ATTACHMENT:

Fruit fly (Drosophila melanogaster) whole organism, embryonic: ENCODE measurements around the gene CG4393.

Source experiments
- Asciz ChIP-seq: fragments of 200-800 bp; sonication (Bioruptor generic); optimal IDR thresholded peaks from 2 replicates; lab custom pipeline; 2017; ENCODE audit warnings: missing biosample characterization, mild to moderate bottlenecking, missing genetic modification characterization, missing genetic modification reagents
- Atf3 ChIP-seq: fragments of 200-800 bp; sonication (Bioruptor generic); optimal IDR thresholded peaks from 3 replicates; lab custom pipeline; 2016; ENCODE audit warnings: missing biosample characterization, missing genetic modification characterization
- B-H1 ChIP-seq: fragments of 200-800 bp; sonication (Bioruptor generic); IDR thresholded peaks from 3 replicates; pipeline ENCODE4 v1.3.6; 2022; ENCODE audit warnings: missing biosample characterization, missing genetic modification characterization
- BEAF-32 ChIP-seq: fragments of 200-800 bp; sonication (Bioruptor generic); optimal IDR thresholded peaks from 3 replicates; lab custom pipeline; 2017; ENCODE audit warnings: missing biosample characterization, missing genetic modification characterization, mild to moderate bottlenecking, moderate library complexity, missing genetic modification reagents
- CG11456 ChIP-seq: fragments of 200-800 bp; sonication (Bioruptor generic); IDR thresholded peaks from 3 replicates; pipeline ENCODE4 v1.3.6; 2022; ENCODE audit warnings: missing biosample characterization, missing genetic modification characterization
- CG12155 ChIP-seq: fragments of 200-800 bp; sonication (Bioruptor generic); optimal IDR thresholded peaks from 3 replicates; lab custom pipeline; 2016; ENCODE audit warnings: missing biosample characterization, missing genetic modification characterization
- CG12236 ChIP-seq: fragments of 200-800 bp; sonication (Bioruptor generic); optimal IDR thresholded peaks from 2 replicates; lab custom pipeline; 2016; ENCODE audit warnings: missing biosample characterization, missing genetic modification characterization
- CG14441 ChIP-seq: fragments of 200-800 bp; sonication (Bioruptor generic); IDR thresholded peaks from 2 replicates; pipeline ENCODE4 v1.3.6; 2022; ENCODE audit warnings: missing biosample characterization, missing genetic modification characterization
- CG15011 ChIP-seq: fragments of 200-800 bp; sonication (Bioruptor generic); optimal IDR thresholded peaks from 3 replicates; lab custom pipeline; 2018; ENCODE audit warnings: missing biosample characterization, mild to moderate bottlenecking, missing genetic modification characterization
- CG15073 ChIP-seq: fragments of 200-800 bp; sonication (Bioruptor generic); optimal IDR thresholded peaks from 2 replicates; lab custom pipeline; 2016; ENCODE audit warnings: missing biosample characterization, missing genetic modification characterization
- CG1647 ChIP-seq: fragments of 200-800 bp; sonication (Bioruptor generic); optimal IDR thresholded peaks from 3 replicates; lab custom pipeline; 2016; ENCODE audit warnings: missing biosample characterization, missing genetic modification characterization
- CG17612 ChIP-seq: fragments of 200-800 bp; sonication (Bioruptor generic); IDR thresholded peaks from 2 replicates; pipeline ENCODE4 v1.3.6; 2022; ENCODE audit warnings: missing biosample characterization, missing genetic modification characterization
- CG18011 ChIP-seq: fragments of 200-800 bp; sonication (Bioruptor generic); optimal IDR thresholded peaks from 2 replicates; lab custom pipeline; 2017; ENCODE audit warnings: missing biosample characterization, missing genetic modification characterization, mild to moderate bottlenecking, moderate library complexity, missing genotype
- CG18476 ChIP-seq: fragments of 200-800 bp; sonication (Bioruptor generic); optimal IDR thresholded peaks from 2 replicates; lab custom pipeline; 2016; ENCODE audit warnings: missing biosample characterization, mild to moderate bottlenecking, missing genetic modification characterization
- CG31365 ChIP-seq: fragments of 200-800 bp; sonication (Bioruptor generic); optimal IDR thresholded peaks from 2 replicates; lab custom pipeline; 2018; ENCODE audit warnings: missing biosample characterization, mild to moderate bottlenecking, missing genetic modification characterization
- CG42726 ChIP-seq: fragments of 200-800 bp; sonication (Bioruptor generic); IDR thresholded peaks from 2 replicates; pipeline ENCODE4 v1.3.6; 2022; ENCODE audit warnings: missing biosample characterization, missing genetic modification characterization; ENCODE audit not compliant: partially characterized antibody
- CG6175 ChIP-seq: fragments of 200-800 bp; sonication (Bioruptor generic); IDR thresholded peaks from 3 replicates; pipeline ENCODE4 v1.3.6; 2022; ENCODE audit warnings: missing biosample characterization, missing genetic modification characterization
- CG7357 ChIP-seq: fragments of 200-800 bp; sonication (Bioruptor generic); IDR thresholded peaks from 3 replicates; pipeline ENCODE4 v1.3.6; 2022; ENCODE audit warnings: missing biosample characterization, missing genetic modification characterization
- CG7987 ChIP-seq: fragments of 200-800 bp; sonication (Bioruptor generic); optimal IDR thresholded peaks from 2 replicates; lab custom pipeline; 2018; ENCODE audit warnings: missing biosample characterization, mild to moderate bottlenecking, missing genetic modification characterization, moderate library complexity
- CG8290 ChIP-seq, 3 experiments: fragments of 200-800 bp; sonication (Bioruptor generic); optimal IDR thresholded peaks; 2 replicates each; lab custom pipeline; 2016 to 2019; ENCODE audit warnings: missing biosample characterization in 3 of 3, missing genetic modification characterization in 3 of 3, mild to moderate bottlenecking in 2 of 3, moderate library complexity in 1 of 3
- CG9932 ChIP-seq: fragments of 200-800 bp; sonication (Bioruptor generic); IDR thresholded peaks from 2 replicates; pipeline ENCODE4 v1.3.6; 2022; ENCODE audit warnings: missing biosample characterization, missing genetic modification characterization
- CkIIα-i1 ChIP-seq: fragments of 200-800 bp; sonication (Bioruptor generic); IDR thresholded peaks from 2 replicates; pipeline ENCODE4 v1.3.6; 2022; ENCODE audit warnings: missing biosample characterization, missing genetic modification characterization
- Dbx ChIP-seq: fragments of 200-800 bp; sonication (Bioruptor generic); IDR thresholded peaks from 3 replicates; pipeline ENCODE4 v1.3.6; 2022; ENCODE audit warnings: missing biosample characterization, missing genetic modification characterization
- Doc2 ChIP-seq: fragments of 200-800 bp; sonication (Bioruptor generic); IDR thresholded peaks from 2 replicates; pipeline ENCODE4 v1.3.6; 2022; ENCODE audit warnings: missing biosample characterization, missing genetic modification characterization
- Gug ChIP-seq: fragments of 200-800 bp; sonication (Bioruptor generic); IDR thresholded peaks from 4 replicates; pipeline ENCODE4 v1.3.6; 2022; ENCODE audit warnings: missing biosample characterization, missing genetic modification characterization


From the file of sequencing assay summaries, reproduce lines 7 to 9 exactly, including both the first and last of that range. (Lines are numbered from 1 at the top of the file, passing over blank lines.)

- CG11456 ChIP-seq: fragments of 200-800 bp; sonication (Bioruptor generic); IDR thresholded peaks from 3 replicates; pipeline ENCODE4 v1.3.6; 2022; ENCODE audit warnings: missing biosample characterization, missing genetic modification characterization
- CG12155 ChIP-seq: fragments of 200-800 bp; sonication (Bioruptor generic); optimal IDR thresholded peaks from 3 replicates; lab custom pipeline; 2016; ENCODE audit warnings: missing biosample characterization, missing genetic modification characterization
- CG12236 ChIP-seq: fragments of 200-800 bp; sonication (Bioruptor generic); optimal IDR thresholded peaks from 2 replicates; lab custom pipeline; 2016; ENCODE audit warnings: missing biosample characterization, missing genetic modification characterization